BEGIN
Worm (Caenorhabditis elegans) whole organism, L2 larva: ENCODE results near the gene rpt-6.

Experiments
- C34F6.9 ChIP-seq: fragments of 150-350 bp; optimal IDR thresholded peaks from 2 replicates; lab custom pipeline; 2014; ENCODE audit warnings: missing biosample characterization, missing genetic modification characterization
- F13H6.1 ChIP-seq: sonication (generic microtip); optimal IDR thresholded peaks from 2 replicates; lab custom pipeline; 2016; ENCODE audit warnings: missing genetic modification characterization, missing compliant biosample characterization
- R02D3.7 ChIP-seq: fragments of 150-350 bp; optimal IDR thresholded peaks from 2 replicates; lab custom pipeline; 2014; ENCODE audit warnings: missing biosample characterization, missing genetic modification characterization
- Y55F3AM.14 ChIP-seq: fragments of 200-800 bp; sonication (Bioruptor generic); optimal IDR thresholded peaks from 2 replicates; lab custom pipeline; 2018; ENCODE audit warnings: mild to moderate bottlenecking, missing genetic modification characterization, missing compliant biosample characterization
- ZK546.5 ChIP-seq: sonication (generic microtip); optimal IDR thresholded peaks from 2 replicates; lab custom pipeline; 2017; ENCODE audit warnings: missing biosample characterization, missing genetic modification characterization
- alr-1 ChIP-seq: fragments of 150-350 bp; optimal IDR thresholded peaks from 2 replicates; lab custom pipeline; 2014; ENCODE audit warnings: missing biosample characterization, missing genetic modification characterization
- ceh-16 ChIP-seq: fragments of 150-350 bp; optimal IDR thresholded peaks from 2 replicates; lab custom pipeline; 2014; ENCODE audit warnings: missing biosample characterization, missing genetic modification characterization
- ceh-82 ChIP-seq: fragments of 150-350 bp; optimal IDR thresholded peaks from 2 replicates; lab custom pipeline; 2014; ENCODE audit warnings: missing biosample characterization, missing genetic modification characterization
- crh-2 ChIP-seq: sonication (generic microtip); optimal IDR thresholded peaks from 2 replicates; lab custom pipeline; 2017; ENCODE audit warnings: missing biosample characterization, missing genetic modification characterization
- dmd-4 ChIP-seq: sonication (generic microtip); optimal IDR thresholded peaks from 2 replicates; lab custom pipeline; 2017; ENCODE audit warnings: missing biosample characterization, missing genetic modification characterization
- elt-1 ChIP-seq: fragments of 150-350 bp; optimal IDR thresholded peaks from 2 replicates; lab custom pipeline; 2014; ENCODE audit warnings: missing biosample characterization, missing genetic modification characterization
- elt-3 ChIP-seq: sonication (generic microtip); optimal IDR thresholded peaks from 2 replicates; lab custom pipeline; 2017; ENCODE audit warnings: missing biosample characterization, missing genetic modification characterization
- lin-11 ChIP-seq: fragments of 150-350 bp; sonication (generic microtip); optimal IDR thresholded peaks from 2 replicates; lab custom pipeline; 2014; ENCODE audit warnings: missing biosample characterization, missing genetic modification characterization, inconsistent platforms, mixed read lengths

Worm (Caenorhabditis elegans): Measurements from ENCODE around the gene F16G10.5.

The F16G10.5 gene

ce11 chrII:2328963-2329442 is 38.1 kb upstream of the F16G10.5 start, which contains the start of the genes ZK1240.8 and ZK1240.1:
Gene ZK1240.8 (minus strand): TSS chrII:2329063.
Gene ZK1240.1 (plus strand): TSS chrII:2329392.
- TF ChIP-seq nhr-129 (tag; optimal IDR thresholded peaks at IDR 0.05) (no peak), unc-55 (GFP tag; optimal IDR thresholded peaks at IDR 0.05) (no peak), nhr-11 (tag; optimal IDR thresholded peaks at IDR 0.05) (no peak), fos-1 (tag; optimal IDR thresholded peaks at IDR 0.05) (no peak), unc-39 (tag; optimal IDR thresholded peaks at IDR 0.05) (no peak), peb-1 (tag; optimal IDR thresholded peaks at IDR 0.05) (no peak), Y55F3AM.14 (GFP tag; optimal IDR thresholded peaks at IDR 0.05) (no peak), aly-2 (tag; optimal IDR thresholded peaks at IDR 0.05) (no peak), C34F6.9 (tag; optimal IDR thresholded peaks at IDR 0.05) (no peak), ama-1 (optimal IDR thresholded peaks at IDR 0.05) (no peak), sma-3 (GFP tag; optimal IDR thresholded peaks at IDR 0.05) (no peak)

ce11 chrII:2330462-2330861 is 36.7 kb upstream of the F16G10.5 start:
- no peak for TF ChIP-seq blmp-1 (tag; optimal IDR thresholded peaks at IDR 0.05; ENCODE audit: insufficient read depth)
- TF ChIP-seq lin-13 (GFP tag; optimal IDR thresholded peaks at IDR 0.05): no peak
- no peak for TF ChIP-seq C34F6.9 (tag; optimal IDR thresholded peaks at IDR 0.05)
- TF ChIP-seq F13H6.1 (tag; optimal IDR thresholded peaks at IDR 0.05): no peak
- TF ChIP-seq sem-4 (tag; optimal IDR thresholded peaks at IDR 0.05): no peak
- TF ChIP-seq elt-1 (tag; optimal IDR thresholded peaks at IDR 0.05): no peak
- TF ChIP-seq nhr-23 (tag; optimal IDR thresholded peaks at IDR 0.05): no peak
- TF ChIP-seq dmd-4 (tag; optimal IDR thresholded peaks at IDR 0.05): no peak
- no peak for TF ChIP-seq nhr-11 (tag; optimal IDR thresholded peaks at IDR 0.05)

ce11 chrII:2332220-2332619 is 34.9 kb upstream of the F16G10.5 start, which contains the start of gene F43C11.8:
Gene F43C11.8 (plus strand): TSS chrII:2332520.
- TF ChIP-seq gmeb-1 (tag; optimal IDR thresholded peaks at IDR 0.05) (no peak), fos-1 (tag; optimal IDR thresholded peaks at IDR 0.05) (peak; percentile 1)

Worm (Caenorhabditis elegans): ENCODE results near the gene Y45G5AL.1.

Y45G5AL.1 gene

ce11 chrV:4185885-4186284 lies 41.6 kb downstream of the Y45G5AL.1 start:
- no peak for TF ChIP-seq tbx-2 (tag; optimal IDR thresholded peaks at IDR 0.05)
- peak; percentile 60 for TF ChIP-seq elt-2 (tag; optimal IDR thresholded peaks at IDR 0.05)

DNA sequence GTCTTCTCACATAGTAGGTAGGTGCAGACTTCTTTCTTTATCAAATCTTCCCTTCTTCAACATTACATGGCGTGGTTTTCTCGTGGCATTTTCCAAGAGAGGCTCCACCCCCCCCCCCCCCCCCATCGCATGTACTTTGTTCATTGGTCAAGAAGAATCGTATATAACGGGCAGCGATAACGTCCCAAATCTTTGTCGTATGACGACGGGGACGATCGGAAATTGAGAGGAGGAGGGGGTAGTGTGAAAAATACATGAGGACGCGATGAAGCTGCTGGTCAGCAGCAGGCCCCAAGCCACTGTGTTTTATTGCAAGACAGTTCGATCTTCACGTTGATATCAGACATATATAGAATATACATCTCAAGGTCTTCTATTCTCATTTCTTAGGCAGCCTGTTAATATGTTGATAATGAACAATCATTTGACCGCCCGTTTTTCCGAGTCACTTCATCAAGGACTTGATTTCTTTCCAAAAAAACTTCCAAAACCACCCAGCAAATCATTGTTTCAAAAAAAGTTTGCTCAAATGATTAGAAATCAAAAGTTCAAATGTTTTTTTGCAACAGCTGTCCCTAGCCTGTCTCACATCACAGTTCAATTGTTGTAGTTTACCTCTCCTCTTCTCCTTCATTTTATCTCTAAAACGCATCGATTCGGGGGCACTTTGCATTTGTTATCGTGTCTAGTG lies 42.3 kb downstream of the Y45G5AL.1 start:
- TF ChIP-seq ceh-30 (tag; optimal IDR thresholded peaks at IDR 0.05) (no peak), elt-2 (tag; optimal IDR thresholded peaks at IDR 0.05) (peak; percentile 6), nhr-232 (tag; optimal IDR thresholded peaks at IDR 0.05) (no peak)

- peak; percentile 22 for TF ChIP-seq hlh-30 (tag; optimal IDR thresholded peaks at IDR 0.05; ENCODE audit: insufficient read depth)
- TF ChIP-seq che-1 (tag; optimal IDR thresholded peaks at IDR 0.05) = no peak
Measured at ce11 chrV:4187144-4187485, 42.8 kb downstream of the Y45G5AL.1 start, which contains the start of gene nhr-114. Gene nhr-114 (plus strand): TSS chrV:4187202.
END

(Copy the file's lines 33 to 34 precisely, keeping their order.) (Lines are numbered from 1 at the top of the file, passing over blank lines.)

Gene F43C11.8 (plus strand): TSS chrII:2332520.
- TF ChIP-seq gmeb-1 (tag; optimal IDR thresholded peaks at IDR 0.05) (no peak), fos-1 (tag; optimal IDR thresholded peaks at IDR 0.05) (peak; percentile 1)